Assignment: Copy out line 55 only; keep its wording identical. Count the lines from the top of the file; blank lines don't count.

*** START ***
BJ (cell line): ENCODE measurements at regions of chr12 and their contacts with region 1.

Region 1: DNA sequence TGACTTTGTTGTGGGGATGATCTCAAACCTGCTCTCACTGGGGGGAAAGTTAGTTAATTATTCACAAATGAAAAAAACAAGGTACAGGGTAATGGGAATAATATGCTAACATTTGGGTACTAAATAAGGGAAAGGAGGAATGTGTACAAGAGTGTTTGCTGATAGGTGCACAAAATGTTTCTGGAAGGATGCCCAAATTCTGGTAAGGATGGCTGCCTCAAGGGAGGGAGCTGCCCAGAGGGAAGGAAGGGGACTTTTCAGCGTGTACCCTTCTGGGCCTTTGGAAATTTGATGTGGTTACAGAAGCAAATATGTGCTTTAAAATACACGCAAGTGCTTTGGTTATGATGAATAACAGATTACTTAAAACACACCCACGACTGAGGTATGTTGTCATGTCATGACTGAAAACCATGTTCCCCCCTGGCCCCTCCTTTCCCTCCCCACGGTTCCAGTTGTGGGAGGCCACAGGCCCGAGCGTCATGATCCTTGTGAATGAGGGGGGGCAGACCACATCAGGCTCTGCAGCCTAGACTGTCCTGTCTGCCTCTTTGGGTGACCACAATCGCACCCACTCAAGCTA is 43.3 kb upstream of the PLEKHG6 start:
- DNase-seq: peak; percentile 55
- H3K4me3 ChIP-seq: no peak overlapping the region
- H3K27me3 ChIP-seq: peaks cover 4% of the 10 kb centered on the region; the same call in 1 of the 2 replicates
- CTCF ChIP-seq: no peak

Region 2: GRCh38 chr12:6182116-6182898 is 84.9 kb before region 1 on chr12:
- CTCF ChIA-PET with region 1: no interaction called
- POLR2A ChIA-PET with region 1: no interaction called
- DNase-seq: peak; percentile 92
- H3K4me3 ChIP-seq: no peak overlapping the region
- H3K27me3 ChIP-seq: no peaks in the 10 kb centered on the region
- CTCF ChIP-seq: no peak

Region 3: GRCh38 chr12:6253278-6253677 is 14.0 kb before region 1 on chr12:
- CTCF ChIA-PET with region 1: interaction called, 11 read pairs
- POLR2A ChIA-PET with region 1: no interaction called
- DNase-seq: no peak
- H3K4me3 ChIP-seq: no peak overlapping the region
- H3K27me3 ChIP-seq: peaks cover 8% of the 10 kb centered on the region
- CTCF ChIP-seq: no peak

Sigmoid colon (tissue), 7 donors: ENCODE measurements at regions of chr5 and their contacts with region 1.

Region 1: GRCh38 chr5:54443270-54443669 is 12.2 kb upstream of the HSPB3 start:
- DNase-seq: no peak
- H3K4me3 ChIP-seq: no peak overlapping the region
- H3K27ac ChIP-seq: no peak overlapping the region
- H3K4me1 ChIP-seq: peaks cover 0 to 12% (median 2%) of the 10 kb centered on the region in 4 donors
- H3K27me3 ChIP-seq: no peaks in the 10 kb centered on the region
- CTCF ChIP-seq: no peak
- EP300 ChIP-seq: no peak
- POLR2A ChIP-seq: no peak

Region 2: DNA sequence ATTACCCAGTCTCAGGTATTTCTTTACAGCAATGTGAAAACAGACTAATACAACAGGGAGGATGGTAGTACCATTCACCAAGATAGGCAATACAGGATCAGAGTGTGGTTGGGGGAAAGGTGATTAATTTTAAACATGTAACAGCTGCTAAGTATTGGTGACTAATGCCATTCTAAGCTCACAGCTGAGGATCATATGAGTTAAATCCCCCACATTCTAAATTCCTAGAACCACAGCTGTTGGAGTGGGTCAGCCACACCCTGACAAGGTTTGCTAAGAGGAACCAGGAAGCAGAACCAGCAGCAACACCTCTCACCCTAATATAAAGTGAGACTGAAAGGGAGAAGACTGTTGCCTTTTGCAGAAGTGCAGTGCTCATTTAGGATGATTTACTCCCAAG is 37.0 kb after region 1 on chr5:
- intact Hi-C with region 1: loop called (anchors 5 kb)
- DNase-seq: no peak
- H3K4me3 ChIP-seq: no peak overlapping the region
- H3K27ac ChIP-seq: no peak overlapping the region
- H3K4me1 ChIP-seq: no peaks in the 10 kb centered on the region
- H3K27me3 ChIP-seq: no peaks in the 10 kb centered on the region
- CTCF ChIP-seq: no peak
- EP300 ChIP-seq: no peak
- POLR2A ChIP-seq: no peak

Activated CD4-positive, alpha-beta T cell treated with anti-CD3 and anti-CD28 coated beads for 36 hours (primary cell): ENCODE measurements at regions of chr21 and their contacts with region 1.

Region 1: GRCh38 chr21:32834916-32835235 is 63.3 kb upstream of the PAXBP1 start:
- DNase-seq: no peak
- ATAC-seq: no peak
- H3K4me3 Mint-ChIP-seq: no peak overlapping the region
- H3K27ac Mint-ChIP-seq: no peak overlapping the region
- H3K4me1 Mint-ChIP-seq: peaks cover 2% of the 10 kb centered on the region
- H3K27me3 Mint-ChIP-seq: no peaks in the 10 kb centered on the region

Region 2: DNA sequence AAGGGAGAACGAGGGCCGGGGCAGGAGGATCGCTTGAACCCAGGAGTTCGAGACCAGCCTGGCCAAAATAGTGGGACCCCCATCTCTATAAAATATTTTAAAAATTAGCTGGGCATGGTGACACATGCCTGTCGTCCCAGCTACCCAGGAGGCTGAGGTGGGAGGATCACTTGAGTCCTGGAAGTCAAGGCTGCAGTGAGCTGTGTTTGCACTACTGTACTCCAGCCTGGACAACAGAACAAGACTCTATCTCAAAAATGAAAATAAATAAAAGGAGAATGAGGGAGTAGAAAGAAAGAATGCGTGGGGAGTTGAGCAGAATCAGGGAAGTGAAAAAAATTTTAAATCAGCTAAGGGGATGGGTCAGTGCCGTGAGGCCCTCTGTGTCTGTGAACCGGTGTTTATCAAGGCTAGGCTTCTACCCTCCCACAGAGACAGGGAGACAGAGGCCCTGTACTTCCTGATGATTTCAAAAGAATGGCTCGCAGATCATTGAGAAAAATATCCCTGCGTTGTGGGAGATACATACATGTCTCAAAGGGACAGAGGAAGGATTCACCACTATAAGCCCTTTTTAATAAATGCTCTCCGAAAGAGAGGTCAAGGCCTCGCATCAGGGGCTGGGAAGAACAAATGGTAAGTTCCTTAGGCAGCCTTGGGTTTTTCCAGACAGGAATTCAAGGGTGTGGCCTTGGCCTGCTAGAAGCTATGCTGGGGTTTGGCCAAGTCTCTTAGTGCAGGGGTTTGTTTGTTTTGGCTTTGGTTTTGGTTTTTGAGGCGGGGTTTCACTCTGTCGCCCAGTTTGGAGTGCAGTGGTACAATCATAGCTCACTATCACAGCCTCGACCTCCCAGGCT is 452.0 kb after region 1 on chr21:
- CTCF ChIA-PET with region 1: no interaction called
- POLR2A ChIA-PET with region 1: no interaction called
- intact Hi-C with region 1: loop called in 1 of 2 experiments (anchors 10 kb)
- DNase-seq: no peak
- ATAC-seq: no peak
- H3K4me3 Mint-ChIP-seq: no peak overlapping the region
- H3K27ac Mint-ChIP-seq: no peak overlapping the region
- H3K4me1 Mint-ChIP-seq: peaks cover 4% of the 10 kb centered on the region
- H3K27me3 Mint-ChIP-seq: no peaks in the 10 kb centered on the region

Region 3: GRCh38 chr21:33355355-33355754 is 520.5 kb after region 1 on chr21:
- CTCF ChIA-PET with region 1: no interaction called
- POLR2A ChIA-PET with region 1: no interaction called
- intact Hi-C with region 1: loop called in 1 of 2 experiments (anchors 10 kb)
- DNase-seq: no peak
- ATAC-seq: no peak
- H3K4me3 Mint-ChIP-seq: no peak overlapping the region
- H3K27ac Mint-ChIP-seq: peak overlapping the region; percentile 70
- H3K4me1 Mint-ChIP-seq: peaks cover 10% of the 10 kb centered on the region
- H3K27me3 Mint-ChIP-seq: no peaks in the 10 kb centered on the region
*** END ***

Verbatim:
- H3K4me3 Mint-ChIP-seq: no peak overlapping the region